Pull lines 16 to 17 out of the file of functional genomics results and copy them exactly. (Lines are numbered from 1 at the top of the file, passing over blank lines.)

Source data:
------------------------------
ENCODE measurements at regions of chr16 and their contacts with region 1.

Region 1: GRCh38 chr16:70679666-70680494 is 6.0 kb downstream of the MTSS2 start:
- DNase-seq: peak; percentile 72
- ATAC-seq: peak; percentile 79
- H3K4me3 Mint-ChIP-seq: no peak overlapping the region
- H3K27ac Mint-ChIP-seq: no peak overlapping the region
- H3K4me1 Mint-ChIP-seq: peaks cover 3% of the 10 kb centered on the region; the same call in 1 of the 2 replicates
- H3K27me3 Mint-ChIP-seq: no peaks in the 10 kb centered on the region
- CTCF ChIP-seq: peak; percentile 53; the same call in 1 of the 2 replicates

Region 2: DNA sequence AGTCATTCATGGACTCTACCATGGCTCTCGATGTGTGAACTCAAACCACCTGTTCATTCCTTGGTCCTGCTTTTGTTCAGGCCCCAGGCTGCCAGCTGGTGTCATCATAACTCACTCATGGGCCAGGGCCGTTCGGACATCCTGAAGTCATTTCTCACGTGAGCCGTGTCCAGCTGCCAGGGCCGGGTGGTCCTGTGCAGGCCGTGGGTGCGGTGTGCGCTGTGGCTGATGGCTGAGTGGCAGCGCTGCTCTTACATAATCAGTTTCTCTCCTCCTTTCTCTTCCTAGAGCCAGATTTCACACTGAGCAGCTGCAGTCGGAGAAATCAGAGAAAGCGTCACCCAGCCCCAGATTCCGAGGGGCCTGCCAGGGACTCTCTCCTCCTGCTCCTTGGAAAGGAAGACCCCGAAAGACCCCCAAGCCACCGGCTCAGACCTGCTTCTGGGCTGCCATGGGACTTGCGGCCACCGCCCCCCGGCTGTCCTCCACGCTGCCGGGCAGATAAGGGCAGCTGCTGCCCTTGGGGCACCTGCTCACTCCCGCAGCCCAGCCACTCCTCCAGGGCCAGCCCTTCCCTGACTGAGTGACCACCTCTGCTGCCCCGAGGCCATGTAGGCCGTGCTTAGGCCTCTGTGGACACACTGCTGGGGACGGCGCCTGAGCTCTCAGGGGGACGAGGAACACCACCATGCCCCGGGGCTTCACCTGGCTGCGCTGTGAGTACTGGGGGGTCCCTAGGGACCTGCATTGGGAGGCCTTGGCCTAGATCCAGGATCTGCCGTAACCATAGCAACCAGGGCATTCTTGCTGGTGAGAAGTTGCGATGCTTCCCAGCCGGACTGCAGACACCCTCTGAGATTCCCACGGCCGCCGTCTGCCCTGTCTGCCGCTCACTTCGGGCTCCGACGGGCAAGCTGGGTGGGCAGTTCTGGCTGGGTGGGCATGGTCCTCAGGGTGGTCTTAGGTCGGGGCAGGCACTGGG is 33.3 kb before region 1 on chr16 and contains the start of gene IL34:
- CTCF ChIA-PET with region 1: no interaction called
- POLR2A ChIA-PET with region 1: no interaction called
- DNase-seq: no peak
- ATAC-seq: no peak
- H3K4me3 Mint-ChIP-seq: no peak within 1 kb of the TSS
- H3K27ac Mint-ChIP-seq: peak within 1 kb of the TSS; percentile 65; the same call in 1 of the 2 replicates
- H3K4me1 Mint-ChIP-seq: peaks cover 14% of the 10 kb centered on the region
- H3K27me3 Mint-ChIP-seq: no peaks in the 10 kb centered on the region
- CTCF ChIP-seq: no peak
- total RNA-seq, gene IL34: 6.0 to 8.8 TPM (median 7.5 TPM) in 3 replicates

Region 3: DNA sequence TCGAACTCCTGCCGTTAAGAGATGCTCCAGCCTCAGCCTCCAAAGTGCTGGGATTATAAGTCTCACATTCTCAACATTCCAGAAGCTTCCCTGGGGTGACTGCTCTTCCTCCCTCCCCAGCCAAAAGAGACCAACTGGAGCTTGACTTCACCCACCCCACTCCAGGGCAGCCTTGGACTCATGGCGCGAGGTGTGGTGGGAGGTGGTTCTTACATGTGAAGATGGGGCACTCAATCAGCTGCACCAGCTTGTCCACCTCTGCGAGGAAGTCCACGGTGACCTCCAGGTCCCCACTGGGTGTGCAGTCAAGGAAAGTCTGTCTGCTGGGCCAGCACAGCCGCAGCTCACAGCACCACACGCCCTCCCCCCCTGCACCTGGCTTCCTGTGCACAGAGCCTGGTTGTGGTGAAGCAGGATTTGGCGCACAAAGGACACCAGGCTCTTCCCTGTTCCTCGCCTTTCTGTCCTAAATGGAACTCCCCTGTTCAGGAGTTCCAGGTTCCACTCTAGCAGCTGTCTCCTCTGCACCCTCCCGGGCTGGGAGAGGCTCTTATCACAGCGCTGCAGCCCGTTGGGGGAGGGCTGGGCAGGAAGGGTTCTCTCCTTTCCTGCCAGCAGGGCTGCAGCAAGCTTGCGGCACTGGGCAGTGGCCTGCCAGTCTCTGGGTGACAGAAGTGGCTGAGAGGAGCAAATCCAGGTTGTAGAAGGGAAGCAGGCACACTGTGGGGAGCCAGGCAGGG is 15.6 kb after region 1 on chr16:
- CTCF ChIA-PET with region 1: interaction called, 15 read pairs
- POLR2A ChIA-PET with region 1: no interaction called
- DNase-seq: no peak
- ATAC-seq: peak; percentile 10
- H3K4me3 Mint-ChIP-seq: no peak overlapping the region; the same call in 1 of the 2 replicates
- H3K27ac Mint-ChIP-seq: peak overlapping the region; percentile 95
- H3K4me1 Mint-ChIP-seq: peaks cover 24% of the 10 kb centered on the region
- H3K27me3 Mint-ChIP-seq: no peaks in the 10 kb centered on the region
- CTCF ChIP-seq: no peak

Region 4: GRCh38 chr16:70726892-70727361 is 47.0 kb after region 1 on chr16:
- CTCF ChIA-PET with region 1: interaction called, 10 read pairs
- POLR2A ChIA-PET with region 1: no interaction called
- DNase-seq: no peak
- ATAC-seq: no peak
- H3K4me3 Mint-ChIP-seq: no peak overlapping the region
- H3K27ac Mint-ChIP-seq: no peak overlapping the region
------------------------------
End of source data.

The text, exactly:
- H3K27ac Mint-ChIP-seq: peak within 1 kb of the TSS; percentile 65; the same call in 1 of the 2 replicates
- H3K4me1 Mint-ChIP-seq: peaks cover 14% of the 10 kb centered on the region